Weakness
  • […] mutations in the CPS1 gene and is inherited in an autosomal recessive fashion. 0003355 Episodic ammonia intoxication 0001951 Hyperammonemia High blood ammonia levels 0001987 Hypoargininemia Low blood arginine levels 0005961 Muscular hypotonia Low or weak[rarediseases.info.nih.gov]
  • […] glycogen degradation in lysosomes small amount degraded in lysosomes by α-1,4-glucosidase via citrate shuttle transports acetyl-CoA from mito to cytoplasm via carnitine shuttle transports acyl-CoA from cytoplasm to mito toxic accumulation in cytosol weakness[quizlet.com]
Fatigue
  • 雑誌 Arch Biochem Biophys 536:101-8 (2013) DOI: 10.1016/j.abb.2013.04.009 文献 PMID: 20138956 著者 Wilkinson DJ, Smeeton NJ, Watt PW タイトル Ammonia metabolism, the brain and fatigue; revisiting the link.[genome.jp]
Sputum
  • However, sputum culture, blood culture, and cerebrospinal fluid examination were negative.[journals.lww.com]
Coarse Rales
  • Lung auscultation revealed coarse rales. Obvious hypotonia was observed, and the patient's primitive reflexes were absent. Bloody fluids from the gastric tube were found after admission.[journals.lww.com]
Rales
  • Lung auscultation revealed coarse rales. Obvious hypotonia was observed, and the patient's primitive reflexes were absent. Bloody fluids from the gastric tube were found after admission.[journals.lww.com]
Vomiting
  • Complaints reported by individuals suffering from late-onset CPSI deficiency generally comprise chronic headaches, nausea, and vomiting.[symptoma.com]
  • This form of CPSID is initially characterized by refusal to eat, lethargy, lack of appetite, vomiting, and irritability.[rarediseases.org]
Nausea
  • Complaints reported by individuals suffering from late-onset CPSI deficiency generally comprise chronic headaches, nausea, and vomiting.[symptoma.com]
  • Side effects of IV Ammonul may occur in children, including nausea and vomiting. This may be controlled with antiemetic medications such as ondansetron, either prior to or during the infusion.[newenglandconsortium.org]
  • Side effects of IV Ammonul may occur in children , including nausea and vomiting. This may be controlled with antiemetic medications such as ondansetron, either prior to or during the infusion.[newenglandconsortium.org]
Asterixis
  • Symptoms include the following: Anorexia Irritability Heavy or rapid breathing Lethargy Vomiting Disorientation Somnolence Asterixis (rare) Combativeness Obtundation Coma Cerebral edema Death (if treatment is not forthcoming or effective) Physical General[emedicine.medscape.com]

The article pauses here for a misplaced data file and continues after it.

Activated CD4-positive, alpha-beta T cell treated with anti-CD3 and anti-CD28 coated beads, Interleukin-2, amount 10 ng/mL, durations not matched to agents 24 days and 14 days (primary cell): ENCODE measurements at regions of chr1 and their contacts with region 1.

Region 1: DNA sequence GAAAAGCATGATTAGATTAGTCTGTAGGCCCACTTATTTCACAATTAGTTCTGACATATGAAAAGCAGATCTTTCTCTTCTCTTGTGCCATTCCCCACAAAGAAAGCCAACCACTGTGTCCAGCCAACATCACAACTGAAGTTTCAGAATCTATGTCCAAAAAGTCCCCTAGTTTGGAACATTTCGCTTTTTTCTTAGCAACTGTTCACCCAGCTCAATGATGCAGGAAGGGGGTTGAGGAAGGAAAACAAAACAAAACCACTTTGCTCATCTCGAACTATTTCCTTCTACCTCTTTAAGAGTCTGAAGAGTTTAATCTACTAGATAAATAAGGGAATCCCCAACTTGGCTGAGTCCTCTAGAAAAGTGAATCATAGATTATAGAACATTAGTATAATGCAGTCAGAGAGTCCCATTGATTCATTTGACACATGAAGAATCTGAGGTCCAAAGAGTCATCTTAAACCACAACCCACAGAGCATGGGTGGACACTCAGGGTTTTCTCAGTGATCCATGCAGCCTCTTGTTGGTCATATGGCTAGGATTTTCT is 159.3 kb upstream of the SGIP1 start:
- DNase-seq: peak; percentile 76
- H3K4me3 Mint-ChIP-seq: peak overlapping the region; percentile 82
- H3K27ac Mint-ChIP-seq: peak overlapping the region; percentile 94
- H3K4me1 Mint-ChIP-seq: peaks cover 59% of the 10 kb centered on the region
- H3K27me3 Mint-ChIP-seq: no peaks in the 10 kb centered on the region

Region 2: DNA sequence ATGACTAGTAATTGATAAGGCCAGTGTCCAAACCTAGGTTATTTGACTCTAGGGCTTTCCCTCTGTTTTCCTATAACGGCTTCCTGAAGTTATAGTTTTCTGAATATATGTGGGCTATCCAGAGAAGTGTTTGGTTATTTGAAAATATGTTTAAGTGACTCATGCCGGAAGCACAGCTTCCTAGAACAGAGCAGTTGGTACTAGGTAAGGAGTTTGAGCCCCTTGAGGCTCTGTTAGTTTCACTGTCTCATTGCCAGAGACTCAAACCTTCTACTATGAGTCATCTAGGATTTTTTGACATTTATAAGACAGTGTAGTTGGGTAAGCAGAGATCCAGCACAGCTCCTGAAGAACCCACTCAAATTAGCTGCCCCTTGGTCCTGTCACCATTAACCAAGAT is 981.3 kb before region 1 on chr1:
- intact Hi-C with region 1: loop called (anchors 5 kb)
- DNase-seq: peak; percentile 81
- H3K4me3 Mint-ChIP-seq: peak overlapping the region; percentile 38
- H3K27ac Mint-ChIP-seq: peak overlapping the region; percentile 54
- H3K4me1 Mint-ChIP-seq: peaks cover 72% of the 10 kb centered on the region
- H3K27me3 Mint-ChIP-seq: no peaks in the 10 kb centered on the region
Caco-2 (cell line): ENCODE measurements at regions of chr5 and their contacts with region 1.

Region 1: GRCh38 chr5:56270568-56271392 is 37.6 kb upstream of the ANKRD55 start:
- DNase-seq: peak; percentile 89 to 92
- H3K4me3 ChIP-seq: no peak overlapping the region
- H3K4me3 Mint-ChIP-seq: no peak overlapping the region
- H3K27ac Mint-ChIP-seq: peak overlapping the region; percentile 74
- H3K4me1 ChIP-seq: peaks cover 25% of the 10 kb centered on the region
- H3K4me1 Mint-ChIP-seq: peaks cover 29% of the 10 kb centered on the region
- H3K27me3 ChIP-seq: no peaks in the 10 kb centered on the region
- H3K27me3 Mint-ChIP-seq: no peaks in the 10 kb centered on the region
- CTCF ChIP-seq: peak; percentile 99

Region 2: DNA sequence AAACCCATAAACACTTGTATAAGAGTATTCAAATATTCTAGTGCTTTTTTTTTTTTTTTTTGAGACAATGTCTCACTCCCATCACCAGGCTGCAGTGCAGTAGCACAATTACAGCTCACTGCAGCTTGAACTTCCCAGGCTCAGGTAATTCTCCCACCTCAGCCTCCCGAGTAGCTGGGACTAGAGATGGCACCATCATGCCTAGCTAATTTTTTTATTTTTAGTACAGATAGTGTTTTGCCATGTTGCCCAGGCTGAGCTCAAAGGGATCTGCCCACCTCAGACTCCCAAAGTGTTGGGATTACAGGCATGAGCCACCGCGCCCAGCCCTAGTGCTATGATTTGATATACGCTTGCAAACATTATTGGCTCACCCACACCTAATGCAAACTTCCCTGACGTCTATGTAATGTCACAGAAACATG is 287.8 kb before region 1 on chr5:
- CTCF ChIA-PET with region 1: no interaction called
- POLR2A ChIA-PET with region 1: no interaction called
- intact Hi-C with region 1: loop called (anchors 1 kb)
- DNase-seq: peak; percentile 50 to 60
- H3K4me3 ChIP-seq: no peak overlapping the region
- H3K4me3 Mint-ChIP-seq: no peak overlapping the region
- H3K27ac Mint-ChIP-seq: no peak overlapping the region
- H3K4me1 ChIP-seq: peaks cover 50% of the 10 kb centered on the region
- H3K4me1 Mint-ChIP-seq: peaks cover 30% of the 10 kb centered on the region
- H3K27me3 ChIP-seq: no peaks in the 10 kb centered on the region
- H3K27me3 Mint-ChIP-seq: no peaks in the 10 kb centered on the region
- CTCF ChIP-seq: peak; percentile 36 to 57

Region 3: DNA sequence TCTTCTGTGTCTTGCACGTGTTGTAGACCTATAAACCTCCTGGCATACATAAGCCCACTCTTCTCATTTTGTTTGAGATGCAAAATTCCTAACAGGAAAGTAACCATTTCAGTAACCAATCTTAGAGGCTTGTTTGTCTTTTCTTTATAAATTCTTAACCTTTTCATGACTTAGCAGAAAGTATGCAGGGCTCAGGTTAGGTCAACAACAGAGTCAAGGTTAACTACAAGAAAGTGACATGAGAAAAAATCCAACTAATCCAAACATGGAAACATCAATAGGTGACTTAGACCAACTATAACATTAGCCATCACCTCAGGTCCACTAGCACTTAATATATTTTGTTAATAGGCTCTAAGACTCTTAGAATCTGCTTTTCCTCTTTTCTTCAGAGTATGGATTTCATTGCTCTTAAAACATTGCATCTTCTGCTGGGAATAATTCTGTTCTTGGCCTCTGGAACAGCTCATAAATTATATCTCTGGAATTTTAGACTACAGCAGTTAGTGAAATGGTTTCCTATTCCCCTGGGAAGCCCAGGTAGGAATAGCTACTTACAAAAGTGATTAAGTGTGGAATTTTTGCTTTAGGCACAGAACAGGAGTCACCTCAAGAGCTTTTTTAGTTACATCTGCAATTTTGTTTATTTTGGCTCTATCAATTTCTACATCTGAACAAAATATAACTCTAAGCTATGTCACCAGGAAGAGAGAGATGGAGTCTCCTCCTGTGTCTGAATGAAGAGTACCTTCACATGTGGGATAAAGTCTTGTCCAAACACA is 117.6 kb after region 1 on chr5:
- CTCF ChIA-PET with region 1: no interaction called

• Here, it provokes cytotoxic and possibly vasogenic brain edema, which may manifest in form of seizures, tremor, asterixis, delirium and a reduced level of awareness.[symptoma.com]
  • PREFERRED RESPONSE 1 Sorry, this question is for PEAK Premium Subscribers only Sorry, this question is for PEAK Premium Subscribers only Sorry, this question is for PEAK Premium Subscribers only (M1.BC.1) A 20-year-old male presents with confusion, asterixis[medbullets.com]
Seizure
  • Abstract Shortly after birth, a newborn girl developed anorexia, hypotonia, apneic attacks and seizures. After 61 h the child died in coma.[ncbi.nlm.nih.gov]
  • Here, it provokes cytotoxic and possibly vasogenic brain edema, which may manifest in form of seizures, tremor, asterixis, delirium and a reduced level of awareness.[symptoma.com]
  • Signs and symptoms in newborns may include a lack of energy, unwillingness to eat, seizures, unusual body movements, and poorly controlled breathing or body temperature. Complications may include coma, developmental delay, and learning disability.[rarediseases.info.nih.gov]
  • Within 24 hours, the patient developed generalized tonic-clonic seizures and was transferred to a tertiary care hospital. Hyperammonemia (1000 µmol/L; normal, FULL TEXT[annals.org]
  • Manifestations include hyperammonemia with irritability, lethargy, headache, seizures, confusion, avoidance of high-protein meals, axial hypotonia and cognitive disability.[orpha.net]
Lethargy
  • Presentation History In homozygous neonates, early-onset lethargy and, in some cases, seizures are often the first signs of abnormality.[emedicine.medscape.com]
  • An autosomal recessive disorder (OMIM:237300) of the urea cycle, which is chemically characterised by hyperammonaemia and clinically characterised by protein intolerance, intermittent ataxia, seizures, lethargy, developmental delay and mental retardation[medical-dictionary.thefreedictionary.com]